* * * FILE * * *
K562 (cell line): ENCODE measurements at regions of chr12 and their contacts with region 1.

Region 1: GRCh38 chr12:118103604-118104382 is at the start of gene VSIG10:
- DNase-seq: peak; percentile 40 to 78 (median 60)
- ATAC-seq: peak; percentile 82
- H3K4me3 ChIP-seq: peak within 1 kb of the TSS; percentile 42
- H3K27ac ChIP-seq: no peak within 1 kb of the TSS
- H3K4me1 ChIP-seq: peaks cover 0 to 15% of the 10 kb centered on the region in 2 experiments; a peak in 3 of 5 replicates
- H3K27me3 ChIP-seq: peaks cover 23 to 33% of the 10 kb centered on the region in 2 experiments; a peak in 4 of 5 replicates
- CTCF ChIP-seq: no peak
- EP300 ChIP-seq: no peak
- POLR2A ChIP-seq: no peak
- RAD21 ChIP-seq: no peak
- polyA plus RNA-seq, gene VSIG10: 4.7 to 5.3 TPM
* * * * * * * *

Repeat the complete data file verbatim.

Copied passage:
K562 (cell line): ENCODE measurements at regions of chr12 and their contacts with region 1.

Region 1: GRCh38 chr12:118103604-118104382 is at the start of gene VSIG10:
- DNase-seq: peak; percentile 40 to 78 (median 60)
- ATAC-seq: peak; percentile 82
- H3K4me3 ChIP-seq: peak within 1 kb of the TSS; percentile 42
- H3K27ac ChIP-seq: no peak within 1 kb of the TSS
- H3K4me1 ChIP-seq: peaks cover 0 to 15% of the 10 kb centered on the region in 2 experiments; a peak in 3 of 5 replicates
- H3K27me3 ChIP-seq: peaks cover 23 to 33% of the 10 kb centered on the region in 2 experiments; a peak in 4 of 5 replicates
- CTCF ChIP-seq: no peak
- EP300 ChIP-seq: no peak
- POLR2A ChIP-seq: no peak
- RAD21 ChIP-seq: no peak
- polyA plus RNA-seq, gene VSIG10: 4.7 to 5.3 TPM